HUD essentially “forgot” its initial award announcements, the authors contend. The report suggests that by engaging in selective memory planning, HUD prioritized its accountability to Congress and developers over its accountability to communities by comparing outcomes to revised expectations rather than comparing outcomes to the promises made to the community in the initial announcements.

“Broken Promises or Selective Memory Planning? A National Picture of HOPE VI Plans and Realities

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Trump administration doing nothing to increase affordable housing

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an excellent article from New York Times

Children Living in HUD Assisted Housing Have Worse Health Care Outcomes Than Average

The finding comes from research commissioned by HUD. The results to me are discouraging for the following reasons:1. Public health advocates have said that better housing will result in better health care outcomes. That is not the case in this study.2. There must be something in the lifestyle of poor people that results in poorer health. What are the dietary, smoking issues.Here is a synopsis of the report:Does HUD Assistance Affect Child Health Outcomes?July 11, 2018    About 4 million of the 10 million Americans who receive US Department of Housing and Urban Development (HUD) assistance are children. How healthy are these children? Housing policymakers and public health professionals increasingly recognize that housing is an important social determinant of health, particularly among children, as research shows that housing can significantly shape their emotional, psychological, and behavioral health and development. To fill the gap in research that previously relied on anecdotal evidence and case studies, a recent HUD study sought to identify the prevalence of health conditions and health care use among HUD-assisted children.The study provided prevalence estimates of the health of children ages 17 and younger in HUD-assisted households with those living in eligible but unassisted households and the general population. HUD assistance was defined as participation in one of HUD’s three primary subsidy programs: public housing, housing choice vouchers, and assisted multifamily housing. The authors linked responses from the National Health Interview Survey and the National Health and Nutrition Examination Survey over 14 years (1999–2012) to longitudinal HUD administrative data. The study explored differences in demographics, health status, health care use, and learning-related health status among the three groups, but the differences were not tested for statistical significance. The findings have important policy implications that suggest aligning housing assistance programs with health policy to potentially improve cost-effectiveness and health outcomes.Key findings • Most HUD-assisted children were black (52.2 percent) and lived in a single-parent, female-headed household (74.6 percent); 31.9 percent lived in large metropolitan centers. • Although 86.8 percent of HUD-assisted children had insurance coverage through public health insurance programs, they appear to have worse health status than the general population of children. • Most HUD-assisted children (84.4 percent) had a well-child checkup in the past year. Lower rates were reported for unassisted low-income households (80.2 percent) and the general population (76.8 percent). • The percentage of children with unmet medical needs because of unaffordability was similar among HUD-assisted children (3.5 percent) and children in the general population (4.4 percent). • HUD-assisted children (21.2 percent) are more likely to have asthma than children in unassisted, low-income renter households (17.7 percent). • 5 percent of HUD-assisted children had been told by a school or health professional that they had a learning disability.Photo by Alena Ozerova/Shutterstock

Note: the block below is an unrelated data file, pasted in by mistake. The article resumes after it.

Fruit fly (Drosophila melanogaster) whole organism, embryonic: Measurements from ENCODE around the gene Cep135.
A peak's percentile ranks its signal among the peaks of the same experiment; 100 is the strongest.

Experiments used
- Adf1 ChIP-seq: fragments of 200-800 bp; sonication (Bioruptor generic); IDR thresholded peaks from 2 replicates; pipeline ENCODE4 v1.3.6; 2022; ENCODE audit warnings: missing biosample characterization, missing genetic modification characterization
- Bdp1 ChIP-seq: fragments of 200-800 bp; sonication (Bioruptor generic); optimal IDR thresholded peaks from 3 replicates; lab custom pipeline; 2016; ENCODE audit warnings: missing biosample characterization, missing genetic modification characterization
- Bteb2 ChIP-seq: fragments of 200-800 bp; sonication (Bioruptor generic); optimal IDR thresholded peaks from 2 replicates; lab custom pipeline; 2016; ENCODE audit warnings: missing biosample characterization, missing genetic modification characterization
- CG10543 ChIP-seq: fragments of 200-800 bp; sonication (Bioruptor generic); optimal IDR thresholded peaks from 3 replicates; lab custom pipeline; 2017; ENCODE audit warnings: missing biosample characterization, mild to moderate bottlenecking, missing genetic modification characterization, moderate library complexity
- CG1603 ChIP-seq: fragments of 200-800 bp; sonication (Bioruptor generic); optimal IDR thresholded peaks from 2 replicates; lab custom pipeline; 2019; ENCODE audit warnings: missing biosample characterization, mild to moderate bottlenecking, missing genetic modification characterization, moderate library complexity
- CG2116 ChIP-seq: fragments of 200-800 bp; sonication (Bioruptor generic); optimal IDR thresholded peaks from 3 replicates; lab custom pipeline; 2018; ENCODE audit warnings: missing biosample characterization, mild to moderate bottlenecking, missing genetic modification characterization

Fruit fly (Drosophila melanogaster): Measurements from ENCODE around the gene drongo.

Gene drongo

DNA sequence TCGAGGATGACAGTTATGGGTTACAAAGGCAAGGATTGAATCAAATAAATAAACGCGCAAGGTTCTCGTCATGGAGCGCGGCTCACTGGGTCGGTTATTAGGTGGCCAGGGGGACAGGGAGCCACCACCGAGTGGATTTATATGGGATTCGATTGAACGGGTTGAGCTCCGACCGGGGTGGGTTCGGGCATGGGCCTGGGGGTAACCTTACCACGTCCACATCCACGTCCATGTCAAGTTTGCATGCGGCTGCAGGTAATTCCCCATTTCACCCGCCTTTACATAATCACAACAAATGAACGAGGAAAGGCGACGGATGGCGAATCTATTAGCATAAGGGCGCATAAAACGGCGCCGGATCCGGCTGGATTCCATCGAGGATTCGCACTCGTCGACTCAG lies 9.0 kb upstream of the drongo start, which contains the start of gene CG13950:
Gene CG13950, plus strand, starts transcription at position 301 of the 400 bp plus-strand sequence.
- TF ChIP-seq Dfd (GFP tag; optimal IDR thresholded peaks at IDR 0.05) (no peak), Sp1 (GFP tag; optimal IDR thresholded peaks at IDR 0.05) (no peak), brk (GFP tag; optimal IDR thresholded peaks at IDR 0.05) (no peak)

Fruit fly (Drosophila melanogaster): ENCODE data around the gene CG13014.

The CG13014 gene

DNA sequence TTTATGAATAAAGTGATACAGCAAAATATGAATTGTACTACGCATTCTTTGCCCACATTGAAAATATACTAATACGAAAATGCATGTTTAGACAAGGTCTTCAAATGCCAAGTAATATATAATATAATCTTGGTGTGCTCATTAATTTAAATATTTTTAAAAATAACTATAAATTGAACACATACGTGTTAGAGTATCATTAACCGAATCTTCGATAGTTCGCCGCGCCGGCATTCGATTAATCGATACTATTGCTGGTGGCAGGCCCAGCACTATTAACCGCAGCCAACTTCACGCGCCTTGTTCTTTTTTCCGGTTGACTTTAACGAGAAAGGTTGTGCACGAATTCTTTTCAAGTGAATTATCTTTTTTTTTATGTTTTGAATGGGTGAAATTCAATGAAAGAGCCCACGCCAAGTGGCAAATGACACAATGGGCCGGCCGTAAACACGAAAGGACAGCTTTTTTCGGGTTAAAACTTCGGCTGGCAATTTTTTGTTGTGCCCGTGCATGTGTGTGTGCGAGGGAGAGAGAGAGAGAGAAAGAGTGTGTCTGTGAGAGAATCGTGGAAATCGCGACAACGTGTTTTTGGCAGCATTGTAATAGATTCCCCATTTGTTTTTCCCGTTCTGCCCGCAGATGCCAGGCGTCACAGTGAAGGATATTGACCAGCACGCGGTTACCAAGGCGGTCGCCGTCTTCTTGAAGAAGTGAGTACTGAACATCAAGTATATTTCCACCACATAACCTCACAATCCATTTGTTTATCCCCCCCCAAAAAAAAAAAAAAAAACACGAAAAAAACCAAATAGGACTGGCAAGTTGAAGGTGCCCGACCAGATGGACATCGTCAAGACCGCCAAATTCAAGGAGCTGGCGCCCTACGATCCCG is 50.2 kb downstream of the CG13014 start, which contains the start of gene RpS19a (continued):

Ben Carson and Fair Housing Laws